PEAK DISTRICT CAVE
|Johnny plucks up the strength to tackle
World Champion boxer Johnny Nelson discovers
cave networks deep below Derbyshire’s Peak District that have never
been seen before by man.
Johnny Nelson was taken down the latest discovery in
the Peak District – Sidetrack Cave.
This lies two hundred feet below the hills above Castleton.
It’s half a kilometre long – and is yet another link in the interconnecting
limestone Swiss cheese that is the Peak District.
his fears and crawls along the cave
For many, the physical challenge of potholing remains
at the heart of the endeavour.
Climbing, walking and sometimes diving can make potholing
a hard day of physical exertion.
Although familiar with physical exercise, Sidetrack Cave
was a big shock for Johnny who’s the World Cruiserweight boxing champion.
At six feet three inches tall, he is also a self confessed claustrophobic.
Johnny says, "Sidetrack Cave may only have been a relatively
short one – but it took me seven hours to get in and out!"
"It was an extremely tight squeeze – and for the first
few hundred metres I was absolutely flat on my belly."
- Safety harnesses
- Climbing gear
- Body fleece for warmth
- Tough outer layer
- Protective boots
"There were bits where I couldn’t move my head or my
feet. For the cavers this is pretty easy stuff. It was one the hardest
things I’ve ever done."
Despite his discomfort crawling thought the narrow, muddy
cave, Johnny says that getting into the heart of Sidetrack Cave was well
He says, "It was really pretty. I feel privileged to
have been one of a select few to have seen it – even if I did end up feeling
like human toothpaste during my journey."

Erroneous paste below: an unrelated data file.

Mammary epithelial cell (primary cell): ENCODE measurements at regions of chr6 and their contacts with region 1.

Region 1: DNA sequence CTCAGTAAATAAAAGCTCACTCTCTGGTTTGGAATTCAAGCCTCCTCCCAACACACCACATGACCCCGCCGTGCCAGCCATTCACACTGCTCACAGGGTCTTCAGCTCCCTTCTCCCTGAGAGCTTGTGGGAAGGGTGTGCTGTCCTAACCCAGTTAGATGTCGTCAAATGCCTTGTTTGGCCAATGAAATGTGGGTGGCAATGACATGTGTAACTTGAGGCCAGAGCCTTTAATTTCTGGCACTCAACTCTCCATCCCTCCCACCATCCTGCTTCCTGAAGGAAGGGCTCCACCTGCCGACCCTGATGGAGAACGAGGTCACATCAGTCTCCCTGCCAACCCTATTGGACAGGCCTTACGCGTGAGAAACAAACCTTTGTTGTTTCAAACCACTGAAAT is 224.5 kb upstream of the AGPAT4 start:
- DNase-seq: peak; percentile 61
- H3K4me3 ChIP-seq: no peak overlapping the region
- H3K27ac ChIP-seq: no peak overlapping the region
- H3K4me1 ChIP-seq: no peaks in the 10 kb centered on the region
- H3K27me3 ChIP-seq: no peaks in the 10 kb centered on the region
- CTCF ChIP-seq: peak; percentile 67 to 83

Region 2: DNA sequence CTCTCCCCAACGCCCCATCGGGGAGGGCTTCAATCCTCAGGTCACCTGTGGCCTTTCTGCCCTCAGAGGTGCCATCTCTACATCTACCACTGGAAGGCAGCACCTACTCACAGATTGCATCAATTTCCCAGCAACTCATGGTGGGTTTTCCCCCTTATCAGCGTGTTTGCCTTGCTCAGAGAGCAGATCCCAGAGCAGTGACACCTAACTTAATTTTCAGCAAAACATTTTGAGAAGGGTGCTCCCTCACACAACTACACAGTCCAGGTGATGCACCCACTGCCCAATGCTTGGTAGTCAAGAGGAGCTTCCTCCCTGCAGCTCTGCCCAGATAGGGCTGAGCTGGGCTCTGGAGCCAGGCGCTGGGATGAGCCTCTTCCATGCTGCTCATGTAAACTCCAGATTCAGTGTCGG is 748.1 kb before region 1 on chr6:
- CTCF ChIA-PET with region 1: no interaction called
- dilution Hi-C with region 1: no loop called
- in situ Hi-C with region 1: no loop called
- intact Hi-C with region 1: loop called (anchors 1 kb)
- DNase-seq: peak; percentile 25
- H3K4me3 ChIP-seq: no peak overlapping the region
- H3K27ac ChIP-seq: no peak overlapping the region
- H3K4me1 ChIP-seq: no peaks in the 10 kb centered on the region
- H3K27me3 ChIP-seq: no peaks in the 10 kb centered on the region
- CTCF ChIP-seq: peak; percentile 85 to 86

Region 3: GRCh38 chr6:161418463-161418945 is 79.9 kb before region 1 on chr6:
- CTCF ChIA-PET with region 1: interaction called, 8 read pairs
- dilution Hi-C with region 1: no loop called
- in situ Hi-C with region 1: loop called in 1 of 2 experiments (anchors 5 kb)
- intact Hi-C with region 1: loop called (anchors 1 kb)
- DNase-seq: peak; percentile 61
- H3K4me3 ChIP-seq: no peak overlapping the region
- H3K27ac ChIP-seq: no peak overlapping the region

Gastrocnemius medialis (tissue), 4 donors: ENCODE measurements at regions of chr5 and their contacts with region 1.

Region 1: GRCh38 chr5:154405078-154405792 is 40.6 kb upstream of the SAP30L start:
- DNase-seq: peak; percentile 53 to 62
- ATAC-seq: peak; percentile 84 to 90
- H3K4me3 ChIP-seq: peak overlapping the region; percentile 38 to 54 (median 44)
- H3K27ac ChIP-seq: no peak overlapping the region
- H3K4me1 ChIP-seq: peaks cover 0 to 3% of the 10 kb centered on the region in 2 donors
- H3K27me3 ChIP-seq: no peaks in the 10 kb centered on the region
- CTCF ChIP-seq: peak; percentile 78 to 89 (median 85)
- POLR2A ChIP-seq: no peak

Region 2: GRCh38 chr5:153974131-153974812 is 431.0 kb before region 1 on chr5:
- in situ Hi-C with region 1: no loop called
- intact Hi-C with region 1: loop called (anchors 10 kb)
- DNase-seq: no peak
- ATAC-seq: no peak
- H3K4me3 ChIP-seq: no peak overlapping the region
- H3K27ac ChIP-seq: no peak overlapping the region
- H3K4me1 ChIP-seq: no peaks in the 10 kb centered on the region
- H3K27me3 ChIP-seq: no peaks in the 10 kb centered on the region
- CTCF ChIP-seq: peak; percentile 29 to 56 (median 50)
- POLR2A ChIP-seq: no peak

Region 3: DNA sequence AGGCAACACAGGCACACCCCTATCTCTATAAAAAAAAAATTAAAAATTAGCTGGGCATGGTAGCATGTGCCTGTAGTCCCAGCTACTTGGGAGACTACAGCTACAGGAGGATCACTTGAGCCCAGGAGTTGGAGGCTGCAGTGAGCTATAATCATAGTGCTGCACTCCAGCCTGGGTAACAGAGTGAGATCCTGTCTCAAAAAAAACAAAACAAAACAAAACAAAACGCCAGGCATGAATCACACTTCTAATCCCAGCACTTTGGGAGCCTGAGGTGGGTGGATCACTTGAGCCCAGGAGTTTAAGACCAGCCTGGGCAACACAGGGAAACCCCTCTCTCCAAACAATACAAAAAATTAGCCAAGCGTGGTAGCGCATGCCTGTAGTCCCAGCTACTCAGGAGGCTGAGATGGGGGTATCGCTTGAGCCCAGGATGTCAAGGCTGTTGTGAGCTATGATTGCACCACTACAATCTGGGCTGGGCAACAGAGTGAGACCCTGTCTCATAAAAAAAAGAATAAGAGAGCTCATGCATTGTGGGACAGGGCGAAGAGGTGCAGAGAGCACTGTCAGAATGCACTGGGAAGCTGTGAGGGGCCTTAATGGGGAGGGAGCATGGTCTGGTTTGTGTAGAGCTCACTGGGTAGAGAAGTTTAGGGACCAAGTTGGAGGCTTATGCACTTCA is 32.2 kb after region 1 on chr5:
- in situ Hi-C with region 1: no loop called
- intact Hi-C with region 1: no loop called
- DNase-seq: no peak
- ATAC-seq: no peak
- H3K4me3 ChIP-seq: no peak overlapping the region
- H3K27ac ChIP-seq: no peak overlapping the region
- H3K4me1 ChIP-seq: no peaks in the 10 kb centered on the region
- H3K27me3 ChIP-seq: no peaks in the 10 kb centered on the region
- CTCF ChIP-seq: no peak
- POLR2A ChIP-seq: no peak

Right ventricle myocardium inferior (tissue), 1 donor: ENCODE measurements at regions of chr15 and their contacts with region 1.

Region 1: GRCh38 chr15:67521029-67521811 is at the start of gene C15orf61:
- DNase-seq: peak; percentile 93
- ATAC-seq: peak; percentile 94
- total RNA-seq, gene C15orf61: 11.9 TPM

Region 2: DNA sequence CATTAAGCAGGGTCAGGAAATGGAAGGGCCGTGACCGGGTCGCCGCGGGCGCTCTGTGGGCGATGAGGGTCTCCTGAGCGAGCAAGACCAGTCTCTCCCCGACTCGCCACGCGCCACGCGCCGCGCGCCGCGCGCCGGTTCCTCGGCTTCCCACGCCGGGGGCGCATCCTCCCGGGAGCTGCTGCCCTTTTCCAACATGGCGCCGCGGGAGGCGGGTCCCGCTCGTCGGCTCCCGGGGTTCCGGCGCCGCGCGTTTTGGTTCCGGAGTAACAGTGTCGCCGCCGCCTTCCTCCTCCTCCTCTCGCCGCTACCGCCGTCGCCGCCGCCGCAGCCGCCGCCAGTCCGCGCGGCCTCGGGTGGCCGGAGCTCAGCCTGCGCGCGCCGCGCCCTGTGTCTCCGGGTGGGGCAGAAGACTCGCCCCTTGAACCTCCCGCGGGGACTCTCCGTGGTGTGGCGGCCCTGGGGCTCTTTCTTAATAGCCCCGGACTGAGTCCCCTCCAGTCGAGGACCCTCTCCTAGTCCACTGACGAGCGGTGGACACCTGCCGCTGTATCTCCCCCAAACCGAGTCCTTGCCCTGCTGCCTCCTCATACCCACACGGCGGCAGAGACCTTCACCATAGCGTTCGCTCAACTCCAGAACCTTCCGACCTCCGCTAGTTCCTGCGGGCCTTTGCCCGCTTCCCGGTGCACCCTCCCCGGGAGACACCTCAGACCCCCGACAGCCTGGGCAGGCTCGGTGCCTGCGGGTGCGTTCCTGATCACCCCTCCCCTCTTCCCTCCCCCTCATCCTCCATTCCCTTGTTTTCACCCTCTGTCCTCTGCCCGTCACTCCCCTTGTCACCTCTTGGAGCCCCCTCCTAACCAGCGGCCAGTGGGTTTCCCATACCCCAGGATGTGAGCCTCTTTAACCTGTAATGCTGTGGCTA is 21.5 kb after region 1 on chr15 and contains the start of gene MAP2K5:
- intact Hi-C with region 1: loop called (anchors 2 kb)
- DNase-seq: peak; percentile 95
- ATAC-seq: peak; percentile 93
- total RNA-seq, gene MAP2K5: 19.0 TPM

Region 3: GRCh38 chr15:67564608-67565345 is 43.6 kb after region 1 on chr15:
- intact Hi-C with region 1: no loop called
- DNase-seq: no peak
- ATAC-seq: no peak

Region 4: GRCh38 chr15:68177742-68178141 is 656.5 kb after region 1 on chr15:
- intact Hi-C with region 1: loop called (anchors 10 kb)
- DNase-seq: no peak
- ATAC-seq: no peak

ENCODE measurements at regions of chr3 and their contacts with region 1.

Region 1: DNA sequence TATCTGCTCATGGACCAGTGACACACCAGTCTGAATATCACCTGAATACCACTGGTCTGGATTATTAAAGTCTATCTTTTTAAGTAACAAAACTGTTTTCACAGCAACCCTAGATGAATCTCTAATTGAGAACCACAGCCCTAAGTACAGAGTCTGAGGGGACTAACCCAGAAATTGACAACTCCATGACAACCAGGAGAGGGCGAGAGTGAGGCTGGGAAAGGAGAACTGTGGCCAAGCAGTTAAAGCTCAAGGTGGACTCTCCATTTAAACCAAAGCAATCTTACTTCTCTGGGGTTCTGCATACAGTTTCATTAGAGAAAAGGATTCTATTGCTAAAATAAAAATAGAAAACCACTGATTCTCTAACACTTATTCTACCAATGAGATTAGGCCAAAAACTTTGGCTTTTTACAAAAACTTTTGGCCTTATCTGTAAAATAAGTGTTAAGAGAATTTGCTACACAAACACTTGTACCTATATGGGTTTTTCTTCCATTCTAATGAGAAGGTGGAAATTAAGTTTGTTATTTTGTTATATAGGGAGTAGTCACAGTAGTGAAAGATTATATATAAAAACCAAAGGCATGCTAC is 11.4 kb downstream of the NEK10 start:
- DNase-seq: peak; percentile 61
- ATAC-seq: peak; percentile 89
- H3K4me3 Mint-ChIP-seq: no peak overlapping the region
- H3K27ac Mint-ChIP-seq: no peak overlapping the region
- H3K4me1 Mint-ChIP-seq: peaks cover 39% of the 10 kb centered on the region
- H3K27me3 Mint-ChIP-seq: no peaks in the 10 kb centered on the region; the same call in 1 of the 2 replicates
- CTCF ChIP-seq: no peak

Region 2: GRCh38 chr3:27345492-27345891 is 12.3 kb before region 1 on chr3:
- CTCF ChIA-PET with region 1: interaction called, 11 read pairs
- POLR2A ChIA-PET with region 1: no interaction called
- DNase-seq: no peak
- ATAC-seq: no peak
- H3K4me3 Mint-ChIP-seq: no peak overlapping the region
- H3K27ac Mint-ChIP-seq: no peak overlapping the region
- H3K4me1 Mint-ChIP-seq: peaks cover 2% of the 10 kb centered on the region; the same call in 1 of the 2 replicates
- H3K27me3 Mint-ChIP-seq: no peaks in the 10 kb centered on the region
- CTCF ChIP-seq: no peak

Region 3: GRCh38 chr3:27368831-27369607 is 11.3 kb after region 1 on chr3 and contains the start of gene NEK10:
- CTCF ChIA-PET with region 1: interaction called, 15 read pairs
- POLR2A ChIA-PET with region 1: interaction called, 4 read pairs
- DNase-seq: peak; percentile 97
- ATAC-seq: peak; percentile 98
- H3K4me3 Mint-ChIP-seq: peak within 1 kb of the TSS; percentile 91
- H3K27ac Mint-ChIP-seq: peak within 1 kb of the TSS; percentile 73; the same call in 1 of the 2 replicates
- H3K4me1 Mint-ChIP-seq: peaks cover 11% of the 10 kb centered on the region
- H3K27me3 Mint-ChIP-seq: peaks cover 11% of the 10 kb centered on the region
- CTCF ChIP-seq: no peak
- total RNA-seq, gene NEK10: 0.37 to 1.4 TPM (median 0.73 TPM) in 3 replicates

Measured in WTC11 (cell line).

|Dave Nixon is
a leading cave explorer
It was a brave select band of cavers who gave Johnny
the low-down on the dark and murky world of cave exploration.
One of these was Dave Nixon, who’s one of Derbyshire’s
leading cave explorers.
He says, "I get the same sense of adventure from cave
exploration that Shackleton probably did when he went to the South Pole."
"The difference is I can do all this on my doorstep –
I don’t have to travel thousands of miles to get the thrill of seeing
things that no-one else has seen before."
"With cave exploration you never know whether the cave
you’ve found is going to be ten metres long or ten miles."
The difference between potholes and caves:
Consist mostly of horizontal passages.
Consist mostly of vertical passages. These are often more dangerous
and require more specialist equipment
It is believed that just ten per cent of the Peak District’s
caves have been found, so Dave has many more exciting explorations in
Despite Johnny’s positive experience, potholing can be
fraught with perils.
These include flooding caves, falling rocks and the risk
of becoming trapped in an enclosed space.
Experienced cavers are scrupulous with their safety planning
and novices should seek the advice of an expert before pursing this adventurous